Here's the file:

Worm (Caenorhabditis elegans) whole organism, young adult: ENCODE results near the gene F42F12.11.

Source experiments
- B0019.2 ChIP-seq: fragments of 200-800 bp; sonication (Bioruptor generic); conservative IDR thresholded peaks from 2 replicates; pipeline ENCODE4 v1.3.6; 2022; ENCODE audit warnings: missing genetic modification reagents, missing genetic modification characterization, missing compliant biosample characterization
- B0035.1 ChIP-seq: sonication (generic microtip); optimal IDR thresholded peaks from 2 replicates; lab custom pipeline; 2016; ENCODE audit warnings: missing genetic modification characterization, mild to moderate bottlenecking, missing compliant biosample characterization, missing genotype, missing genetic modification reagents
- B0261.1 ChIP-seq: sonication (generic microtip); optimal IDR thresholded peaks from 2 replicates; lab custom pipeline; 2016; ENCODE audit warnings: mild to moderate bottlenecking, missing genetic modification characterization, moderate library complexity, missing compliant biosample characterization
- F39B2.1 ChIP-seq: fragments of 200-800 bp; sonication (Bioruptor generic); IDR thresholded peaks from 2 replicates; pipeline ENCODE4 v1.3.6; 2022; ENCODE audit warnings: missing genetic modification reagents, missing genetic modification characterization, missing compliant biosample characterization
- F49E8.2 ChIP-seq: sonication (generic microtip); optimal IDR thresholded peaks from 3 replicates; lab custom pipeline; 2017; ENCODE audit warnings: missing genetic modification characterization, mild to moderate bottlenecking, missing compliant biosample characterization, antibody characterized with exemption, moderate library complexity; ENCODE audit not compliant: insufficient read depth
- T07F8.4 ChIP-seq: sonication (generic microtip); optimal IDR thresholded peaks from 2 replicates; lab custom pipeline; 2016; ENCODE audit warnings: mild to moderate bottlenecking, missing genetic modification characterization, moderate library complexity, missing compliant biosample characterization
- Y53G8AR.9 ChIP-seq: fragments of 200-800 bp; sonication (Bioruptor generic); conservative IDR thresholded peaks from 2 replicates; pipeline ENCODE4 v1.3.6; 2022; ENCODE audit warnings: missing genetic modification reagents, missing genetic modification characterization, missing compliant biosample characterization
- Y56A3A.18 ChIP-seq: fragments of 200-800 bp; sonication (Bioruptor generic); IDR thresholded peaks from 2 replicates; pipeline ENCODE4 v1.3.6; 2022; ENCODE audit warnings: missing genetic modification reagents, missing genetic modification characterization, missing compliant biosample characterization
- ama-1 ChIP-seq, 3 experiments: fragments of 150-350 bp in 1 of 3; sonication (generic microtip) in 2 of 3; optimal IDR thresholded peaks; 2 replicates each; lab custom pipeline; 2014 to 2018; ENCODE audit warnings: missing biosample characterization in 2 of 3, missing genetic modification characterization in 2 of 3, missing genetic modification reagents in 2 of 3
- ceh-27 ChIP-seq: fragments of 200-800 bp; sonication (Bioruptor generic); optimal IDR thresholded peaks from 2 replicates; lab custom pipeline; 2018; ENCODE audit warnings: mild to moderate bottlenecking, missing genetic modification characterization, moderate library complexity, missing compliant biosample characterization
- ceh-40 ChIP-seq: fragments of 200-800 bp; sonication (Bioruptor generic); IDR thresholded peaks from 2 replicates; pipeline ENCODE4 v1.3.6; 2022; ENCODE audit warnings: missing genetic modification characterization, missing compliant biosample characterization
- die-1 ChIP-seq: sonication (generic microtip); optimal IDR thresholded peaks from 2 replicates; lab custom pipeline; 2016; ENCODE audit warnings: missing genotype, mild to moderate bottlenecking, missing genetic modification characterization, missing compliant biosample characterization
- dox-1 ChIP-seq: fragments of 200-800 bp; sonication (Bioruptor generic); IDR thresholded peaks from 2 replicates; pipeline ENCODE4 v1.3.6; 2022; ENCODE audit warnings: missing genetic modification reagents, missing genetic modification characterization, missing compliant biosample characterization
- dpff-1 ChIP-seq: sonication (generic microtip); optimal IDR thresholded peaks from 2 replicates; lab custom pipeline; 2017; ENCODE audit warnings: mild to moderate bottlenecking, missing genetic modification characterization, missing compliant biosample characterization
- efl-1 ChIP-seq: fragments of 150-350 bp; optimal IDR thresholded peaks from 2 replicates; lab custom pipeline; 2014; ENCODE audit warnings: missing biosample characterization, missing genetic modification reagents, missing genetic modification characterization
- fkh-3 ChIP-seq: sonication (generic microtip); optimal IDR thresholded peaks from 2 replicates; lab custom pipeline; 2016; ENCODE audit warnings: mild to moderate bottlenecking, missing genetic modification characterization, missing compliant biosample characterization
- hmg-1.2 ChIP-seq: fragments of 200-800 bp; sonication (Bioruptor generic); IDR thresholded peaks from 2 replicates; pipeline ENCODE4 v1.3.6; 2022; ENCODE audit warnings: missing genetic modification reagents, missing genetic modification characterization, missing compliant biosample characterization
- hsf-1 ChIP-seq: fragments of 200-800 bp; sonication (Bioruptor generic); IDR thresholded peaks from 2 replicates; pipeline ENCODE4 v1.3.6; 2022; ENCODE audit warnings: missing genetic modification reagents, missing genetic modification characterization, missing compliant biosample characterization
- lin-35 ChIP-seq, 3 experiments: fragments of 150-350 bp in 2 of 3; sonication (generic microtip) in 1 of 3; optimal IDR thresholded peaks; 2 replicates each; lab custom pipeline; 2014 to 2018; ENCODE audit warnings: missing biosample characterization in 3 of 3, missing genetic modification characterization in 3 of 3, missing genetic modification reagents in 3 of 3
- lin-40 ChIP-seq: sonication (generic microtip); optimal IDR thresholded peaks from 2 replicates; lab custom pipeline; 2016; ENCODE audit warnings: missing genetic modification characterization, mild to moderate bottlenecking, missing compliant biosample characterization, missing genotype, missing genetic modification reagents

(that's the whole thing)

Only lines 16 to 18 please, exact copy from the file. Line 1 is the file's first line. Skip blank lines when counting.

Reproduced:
- dpff-1 ChIP-seq: sonication (generic microtip); optimal IDR thresholded peaks from 2 replicates; lab custom pipeline; 2017; ENCODE audit warnings: mild to moderate bottlenecking, missing genetic modification characterization, missing compliant biosample characterization
- efl-1 ChIP-seq: fragments of 150-350 bp; optimal IDR thresholded peaks from 2 replicates; lab custom pipeline; 2014; ENCODE audit warnings: missing biosample characterization, missing genetic modification reagents, missing genetic modification characterization
- fkh-3 ChIP-seq: sonication (generic microtip); optimal IDR thresholded peaks from 2 replicates; lab custom pipeline; 2016; ENCODE audit warnings: mild to moderate bottlenecking, missing genetic modification characterization, missing compliant biosample characterization